In the Post interview, Redfield warned that a second wave of COVID-19 could prove tougher than the current iteration because it may line up with the start of flu season.

"There's a possibility that the assault of the virus on our nation next winter will actually be even more difficult than the one we just went through," he said. "We're going to have the flu epidemic and the coronavirus epidemic at the same time," he added.

Trump followed up, proclaiming, "We may not even have corona coming back, just so you understand."

The incident comes state governments and their federal counterparts grapple with a timeline to reopen sectors of the economy while avoiding significant further spread of COVID-19.

"We will have coronavirus in the fall. I am convinced of that," Dr. Anthony Fauci said Wednesday.


'A race against time': Results expected soon on experimental coronavirus drug

The results of a highly anticipated study on an experimental coronavirus treatment for the sickest patients are expected any day.

Physicians leading the clinical trial for the drug, called remdesivir, say the fast-moving pandemic has compelled them to work with haste, all without compromising the scientific rigor necessary to prove whether the drug really works.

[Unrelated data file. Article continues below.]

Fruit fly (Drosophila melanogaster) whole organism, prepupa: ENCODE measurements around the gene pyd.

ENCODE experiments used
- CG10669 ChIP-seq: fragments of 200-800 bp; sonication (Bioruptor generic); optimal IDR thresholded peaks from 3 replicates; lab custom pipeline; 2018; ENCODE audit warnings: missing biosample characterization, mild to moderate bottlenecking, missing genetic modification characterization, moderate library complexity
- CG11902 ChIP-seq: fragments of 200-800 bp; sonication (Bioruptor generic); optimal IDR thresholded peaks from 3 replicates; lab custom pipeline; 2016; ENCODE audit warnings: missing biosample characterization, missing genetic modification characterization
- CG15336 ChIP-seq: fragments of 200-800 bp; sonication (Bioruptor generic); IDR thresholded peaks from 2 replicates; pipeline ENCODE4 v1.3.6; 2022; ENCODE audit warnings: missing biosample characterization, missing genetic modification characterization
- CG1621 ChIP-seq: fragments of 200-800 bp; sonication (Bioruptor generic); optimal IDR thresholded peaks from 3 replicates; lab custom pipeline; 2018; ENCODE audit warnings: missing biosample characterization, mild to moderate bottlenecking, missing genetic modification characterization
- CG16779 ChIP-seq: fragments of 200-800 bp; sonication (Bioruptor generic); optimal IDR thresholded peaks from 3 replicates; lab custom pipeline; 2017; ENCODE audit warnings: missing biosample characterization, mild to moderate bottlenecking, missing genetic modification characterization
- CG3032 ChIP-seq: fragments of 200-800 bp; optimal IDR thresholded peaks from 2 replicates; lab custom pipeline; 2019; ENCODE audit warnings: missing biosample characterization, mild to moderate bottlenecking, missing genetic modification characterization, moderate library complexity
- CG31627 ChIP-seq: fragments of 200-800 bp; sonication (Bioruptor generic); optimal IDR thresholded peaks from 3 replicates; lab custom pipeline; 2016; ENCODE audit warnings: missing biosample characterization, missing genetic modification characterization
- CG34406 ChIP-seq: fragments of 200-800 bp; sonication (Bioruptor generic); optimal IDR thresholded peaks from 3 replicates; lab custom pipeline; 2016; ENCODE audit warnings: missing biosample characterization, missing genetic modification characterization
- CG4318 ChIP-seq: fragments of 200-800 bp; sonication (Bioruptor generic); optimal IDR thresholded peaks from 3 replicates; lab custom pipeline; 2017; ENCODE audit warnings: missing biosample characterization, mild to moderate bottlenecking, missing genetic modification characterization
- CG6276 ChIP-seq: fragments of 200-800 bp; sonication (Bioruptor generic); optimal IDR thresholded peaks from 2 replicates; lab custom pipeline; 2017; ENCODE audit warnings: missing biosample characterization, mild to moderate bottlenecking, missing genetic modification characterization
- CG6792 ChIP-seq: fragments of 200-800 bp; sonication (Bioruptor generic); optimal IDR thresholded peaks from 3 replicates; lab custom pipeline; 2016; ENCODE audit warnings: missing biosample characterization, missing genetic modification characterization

"We are in a race against time," Dr. Andre Kalil, a principal investigator for the trial at the University of Nebraska Medical Center, told NBC News. "We're doing everything we can 24/7 to make this happen."


Gut-wrenching decisions and slashed sales: America's craft breweries are in trouble

Closed bars and taprooms have dried up sales for thousands of brewing companies even as supermarket sales soar.

"We had to change our entire operations overnight," said John Dantzler, co-founder of the Torch & Crown Brewing Company in Manhattan.

The company pivoted to online sales and delivery in an effort to stay afloat, ramping up production of canned beers, repurposing salespeople as delivery drivers and promising same-day delivery across a swath of the city.